Aztec woman sought on warrant for allegedly embezzling $240K from Farmington business

Steve Garrison The Daily Times
The Daily Times

FARMINGTON — A 59-year-old Aztec woman was accused last week of embezzling more than $240,000 from a Farmington business.

Teresa Dedrick was charged May 20 in Farmington Magistrate Court with embezzlement of more than $20,000, a second-degree felony, and 30 counts of third-degree felony forgery.

Police had not arrested Dedrick as of about 1:30 p.m. Tuesday, said Farmington police spokeswoman Georgette Allen. She is sought on a $350,000 cash-only bond, according to court records.

A voicemail message left at the phone number listed online for Dedrick's business was not returned by press time.

Drew Bates, owner of Protocom Consulting Inc., first reported the alleged thefts to police on May 4, according to the arrest warrant.

He told police that Dedrick's business, Business Binds Undone, provided bookkeeping services for Protocom Consulting.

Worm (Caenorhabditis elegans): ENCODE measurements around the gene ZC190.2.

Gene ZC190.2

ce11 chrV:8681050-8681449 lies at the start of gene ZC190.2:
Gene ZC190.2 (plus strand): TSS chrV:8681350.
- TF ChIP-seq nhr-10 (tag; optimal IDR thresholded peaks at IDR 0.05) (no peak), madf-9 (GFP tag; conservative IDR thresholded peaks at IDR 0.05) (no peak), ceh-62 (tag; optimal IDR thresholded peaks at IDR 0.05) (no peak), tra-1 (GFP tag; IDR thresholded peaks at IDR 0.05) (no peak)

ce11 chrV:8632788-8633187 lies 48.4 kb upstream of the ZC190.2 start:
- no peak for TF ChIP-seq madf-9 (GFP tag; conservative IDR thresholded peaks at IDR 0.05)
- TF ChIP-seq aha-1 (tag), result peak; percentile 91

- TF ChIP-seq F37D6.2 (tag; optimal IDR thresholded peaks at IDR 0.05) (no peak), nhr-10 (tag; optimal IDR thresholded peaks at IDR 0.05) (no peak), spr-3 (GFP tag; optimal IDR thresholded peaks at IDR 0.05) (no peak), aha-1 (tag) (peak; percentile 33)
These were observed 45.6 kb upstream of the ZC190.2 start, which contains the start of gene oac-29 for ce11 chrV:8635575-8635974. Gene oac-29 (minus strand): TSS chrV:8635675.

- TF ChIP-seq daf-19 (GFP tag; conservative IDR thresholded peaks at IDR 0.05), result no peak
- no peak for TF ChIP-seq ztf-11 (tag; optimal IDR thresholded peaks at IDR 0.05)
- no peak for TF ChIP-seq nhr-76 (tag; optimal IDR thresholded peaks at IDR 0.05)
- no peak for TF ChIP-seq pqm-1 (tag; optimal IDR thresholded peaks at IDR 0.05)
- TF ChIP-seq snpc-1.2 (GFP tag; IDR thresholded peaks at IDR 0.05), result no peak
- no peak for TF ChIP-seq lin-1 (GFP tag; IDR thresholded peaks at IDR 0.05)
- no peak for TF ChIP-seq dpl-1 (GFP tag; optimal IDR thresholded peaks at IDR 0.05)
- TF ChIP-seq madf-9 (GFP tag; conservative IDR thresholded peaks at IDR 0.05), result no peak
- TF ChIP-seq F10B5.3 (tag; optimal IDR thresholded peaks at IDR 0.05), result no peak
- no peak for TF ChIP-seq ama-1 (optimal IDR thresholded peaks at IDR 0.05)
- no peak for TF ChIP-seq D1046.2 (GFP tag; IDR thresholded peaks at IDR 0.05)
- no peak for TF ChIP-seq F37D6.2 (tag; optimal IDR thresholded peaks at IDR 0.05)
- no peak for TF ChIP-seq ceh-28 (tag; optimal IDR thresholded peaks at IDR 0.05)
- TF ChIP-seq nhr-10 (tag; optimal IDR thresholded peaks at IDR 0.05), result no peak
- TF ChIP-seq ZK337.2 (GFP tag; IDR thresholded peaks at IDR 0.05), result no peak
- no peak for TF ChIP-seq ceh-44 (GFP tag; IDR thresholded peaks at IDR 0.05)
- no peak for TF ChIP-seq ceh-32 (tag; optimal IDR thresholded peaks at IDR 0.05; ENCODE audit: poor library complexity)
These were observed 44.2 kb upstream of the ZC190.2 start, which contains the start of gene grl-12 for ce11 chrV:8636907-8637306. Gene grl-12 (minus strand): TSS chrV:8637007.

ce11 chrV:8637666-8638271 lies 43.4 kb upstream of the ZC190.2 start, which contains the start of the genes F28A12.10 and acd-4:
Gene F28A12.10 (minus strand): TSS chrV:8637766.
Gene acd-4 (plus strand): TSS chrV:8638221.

He said he first noticed discrepancies in his bank statements in early April, and after reviewing his records, he discovered Dedrick had forged approximately 35 business checks and deposited them in her own account, the warrant states.

He said he confronted Dedrick on April 10 with the alleged fraud, and she admitted to stealing $241,533 from Bates' business, according to the warrant.

She signed a document Bates provided admitting guilt and initially agreed to pay the money back, the warrant states.

However, after she was injured in a traffic accident, Bates said she stopped cooperating, according to the warrant.

Bates said in an interview with The Daily Times on Tuesday that Dedrick provided bookkeeping services for his company for approximately eight years.

He said he felt angry and betrayed and was seeking restitution through both criminal and civil action.

"I want restitution," he said. "I can't decide what will happen to her. Only the man above can determine that."

San Juan County Chief Deputy District Attorney Dustin O'Brien said his office can seek restitution through a criminal conviction, but defendants can only be ordered to pay what they have the ability to pay.

"Unfortunately, if they don't have the money and they are ordered into jail or probation, that judge's order is in some ways unenforceable," he said.

Steve Garrison covers crime and courts for The Daily Times. He can be reached at 505-564-4644 and Follow him on Twitter @SteveGarrisonDT on Twitter.